There is renewed interest in the relationship between birth weight and type 2 diabetes. Previous case-control studies (1) of elderly European residents showed a linear association between low birth weight and type 2 diabetes. More recent cohort studies (2) in Pima Indians have shown a U-shaped curve between birth weight and diabetes, where both low and high birth weight were shown to increase the risk for developing type 2 diabetes. In addition, a few studies (3,4) found an association between high birth weight and type 2 diabetes in Caucasian populations. Using the resources of the Rochester Epidemiology Project (REP), we examined the association of birth weight and type 2 diabetes in individuals who were born and developed type 2 diabetes while residing in Rochester, Minnesota.
RESEARCH DESIGN AND METHODS
The unique resources of the REP were used to construct the Rochester Diabetes Incident cohort. As described elsewhere (5,6), case assignment was determined by retrospective review of each patient’s complete (hospital and ambulatory) medical records by trained nurse abstractors under the direction of an endocrinologist (P.J.P.). The records were reviewed for all laboratory glucose values and for evidence of any antidiabetic medication over the entire duration of residence in the community. Standardized case criteria were applied that approximated the National Diabetes Data Group recommendations, and adjustments were made for temporal changes in laboratory methods (7). Individuals who failed to meet the above glycemic criteria but used oral agents or insulin for at least 2 weeks or until death also qualified as case subjects. The study was approved by the Mayo Medical Center and the Olmsted Medical Center Institutional Review Boards, and in accordance with a Minnesota State statute, individuals who refused authorization for use of their medical records in research were excluded (8).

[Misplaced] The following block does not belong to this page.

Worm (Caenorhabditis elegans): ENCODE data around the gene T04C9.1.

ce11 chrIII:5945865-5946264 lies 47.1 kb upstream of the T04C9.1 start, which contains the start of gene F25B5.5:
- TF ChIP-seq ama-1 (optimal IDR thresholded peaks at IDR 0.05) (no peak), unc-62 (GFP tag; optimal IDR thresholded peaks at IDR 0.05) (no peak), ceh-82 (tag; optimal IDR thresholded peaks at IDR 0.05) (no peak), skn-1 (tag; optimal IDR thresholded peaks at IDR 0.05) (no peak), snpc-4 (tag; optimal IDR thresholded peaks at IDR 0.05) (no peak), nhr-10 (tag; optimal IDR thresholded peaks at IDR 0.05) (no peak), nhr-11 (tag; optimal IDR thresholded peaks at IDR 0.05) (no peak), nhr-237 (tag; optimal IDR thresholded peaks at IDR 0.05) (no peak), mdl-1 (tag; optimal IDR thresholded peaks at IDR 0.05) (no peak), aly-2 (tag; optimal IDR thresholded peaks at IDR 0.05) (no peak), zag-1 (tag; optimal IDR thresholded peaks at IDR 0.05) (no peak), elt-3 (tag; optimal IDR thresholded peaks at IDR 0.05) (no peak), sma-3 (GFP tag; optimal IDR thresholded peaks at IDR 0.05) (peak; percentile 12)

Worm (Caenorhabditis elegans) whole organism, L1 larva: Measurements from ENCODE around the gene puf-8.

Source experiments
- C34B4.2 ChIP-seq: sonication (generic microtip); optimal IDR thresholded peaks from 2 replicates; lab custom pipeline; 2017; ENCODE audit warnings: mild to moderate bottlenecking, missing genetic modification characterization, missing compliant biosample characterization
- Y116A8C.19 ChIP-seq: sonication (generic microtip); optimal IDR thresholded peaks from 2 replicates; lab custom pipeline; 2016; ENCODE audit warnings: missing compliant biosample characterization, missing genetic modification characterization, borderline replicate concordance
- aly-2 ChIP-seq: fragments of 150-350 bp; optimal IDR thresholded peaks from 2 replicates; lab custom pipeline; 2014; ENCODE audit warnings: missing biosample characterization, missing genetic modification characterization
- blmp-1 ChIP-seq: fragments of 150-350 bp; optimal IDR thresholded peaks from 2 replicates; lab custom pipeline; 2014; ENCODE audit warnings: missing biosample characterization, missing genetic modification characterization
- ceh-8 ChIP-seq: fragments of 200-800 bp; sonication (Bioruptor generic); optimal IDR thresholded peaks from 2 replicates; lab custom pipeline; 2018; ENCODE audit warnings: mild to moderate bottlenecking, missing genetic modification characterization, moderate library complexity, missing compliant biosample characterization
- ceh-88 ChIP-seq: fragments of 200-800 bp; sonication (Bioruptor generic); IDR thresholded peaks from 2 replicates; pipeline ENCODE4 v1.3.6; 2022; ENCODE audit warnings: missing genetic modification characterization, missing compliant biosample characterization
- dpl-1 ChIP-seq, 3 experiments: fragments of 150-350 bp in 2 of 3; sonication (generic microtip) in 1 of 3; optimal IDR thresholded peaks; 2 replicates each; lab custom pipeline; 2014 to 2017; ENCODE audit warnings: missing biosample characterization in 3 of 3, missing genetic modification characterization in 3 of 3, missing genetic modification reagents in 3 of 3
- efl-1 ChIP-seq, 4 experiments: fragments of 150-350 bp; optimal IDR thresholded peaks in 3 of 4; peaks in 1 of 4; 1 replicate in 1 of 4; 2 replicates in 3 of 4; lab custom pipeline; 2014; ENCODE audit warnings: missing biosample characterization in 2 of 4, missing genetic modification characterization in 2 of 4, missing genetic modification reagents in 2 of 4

This study was limited to all 1945–1994 incident type 2 diabetes case subjects who were born locally and for whom information on birth weight, number of births, and gestational age was available. Likely type 1 diabetic case subjects who met each of the following criteria were excluded: BMI <30 kg/m2 as of the date criteria were met, on insulin within 1 year of that date, and on insulin when last seen. Birth information was available beginning in 1922. Birth information was found in birth books for subjects born at local hospitals from 1922 to 1938, from birth certificates for Olmsted County residents born after 1939, and from their mother’s medical records for the remainder of the case subjects. Analyses were limited to term and singleton births. Term pregnancies were determined by examining birth books for mention of preterm delivery and by excluding individuals with birth certificates indicating pregnancies of <38 weeks. Two nondiabetic control subjects were selected. The control subjects were registered at the Mayo Clinic in the year (± 2 years) that the case subject met the criteria for type 2 diabetes. Case and control subjects were matched for sex and age as of the date that the subject met type 2 diabetes criteria.
A two-sample t test was used to compare mean birth weights in case and control subjects. A χ2 test, with birth weight defined as <6.5, 6.5–8.49, or ≥8.5 lb, was used to compare proportions. Lastly, a logistic regression model adjusted for sex and year of birth was used to compare the effects of high or low birth weight on the odds of developing type 2 diabetes.